The opening of Dominic Fike’s debut record certainly is an attention grabber. It opens with a droning, energized electric guitar, a clear sound breaking through the silence.  Dominic Fike sings with emotion and slight braggadocio on “Come Here,” which, at its conclusion, left me wondering why the song wasn’t just a little bit longer. Brevity is clearly a theme on the singer’s debut, entitled What Could Possibly Go Wrong. The album has a Ramones-like conciseness to it — it clocks in at only 34 minutes long. Still, it’s enough time for Fike to sing about a variety of topics, all while developing a sound that’s a mix of modern pop and alternative rock. 

Fike’s debut has been two years in the making, and the result is a decent collection of songs that differ from his former work. His most famous project, Don’t Forget About Me (Demos) featured guitar-heavy ballads and some tracks inflected with a 2010s alternative feel — think of his song “Westcoast Collective.” What Could Possibly Go Wrong has much more personality and a completely different musical aesthetic.  Despite the personality it packs, I felt like I wanted more. For instance, take “Chicken Tenders,” the catchy lead single in which Fike explores his vocal register while singing about love, relationships, and chicken tenders. The song doesn’t fit sonically with the album at all. Fike runs from his falsetto to his chest voice, then marathons back and forth between the two for the rest of the song, with a few singsong rap verses mixed in.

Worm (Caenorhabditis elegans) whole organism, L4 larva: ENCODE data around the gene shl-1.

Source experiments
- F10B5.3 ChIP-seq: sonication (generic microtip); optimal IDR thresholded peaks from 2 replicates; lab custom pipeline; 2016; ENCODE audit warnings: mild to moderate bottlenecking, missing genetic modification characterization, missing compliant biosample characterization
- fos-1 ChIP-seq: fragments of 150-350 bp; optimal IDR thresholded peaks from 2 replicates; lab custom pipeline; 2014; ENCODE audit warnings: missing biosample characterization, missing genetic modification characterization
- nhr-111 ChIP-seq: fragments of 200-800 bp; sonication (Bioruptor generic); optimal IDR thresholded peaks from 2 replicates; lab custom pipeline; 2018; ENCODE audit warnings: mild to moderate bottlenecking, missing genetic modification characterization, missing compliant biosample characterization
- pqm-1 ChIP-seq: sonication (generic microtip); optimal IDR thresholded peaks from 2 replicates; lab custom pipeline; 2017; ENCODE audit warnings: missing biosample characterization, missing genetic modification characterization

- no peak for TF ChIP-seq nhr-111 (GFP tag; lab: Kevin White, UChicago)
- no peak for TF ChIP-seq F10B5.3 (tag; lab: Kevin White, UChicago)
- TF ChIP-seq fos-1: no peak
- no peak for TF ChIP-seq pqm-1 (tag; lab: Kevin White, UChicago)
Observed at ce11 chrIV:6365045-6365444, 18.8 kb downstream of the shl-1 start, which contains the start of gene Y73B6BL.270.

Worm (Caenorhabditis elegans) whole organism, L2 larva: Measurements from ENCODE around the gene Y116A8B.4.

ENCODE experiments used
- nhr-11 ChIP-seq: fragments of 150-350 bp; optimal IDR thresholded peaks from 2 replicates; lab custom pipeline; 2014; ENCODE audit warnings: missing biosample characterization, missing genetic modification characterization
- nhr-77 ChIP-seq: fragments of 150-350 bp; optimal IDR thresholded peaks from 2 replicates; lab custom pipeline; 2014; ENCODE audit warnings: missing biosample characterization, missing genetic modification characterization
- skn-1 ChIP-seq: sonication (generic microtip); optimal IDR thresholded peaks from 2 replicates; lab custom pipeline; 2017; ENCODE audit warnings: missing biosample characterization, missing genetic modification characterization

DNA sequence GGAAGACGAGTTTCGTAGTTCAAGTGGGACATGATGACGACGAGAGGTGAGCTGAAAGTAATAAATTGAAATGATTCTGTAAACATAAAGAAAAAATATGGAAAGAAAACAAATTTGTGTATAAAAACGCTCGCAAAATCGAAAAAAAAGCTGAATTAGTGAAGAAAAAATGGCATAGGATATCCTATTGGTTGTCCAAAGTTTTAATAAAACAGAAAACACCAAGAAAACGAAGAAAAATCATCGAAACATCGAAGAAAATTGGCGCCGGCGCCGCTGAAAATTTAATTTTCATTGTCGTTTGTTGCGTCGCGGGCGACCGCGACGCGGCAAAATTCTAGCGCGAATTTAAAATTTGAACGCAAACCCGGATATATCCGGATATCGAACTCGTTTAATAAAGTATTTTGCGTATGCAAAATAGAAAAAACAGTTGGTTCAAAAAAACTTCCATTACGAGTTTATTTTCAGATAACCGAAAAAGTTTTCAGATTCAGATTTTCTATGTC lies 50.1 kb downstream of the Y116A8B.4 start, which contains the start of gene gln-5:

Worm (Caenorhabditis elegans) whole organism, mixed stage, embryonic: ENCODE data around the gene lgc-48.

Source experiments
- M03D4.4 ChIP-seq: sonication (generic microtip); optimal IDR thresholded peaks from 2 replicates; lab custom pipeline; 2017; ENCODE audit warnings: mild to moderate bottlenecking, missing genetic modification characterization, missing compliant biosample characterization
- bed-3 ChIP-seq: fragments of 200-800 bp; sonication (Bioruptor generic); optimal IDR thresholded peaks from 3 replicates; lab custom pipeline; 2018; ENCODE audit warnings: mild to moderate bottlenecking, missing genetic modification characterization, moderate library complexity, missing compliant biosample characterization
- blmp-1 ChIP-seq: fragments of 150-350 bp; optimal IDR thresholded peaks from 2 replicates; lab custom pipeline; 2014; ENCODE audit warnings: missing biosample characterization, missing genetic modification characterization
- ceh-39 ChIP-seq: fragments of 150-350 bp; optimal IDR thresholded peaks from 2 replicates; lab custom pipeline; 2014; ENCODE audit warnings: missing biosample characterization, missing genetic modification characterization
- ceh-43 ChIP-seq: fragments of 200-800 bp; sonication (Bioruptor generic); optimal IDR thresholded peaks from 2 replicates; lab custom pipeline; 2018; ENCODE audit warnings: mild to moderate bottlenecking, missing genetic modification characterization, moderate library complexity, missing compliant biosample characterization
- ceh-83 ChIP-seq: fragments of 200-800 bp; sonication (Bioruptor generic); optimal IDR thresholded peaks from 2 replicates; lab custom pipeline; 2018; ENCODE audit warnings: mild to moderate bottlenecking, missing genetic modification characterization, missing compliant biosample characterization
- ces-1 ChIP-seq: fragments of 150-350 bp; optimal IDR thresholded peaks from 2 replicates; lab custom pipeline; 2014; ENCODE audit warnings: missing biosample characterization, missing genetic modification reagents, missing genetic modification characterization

Most of the album has an alternative pop feel, with a great helping of guitar solos and the occasional choral harmony, yet “Chicken Tenders” is an upbeat pop song that sounds more comfortable as a standalone that could have been left out. 

What Could Possibly Go Wrong does have a few standout tracks that distract from the album’s underwhelming vibe. Most of these songs are near the album’s conclusion. In the album’s second half, I felt like I was listening to more completed songs. “Joe Blazey” is a fun, peppy track that changes moods halfway through, and the album’s other single, “Politics and Violence,” holds up as well. It’s an easygoing, simple song, carried by harmonies and skeletal instrumentation.  At first, the song feels slightly aware of current events — “Why switch like different seasons?/I give that shit a weekend/Hollywood don’t need a reason/To make you think you look bigger than you are.” Then, it becomes a love song of sorts near the middle. The album closes with the thoughtful tracks “Wurli” and “Florida,” which are, respectively, where Dominic Fike shines the most on the record. Both are songs with depth. “Wurli” recounts a toxic relationship and feelings of unwantedness, and “Florida” is a great ballad that demonstrates the best of Fike’s lyricism as he reflects on his life and his rise to becoming a musician — and how life can change fast.  

Though Fike still has time to grow as an artist, What Could Possibly Go Wrong makes for easy listening that at times feels forgettable. Extending his ideas could have turned these snippets of songs into fuller, more nuanced music. But, everything in time.

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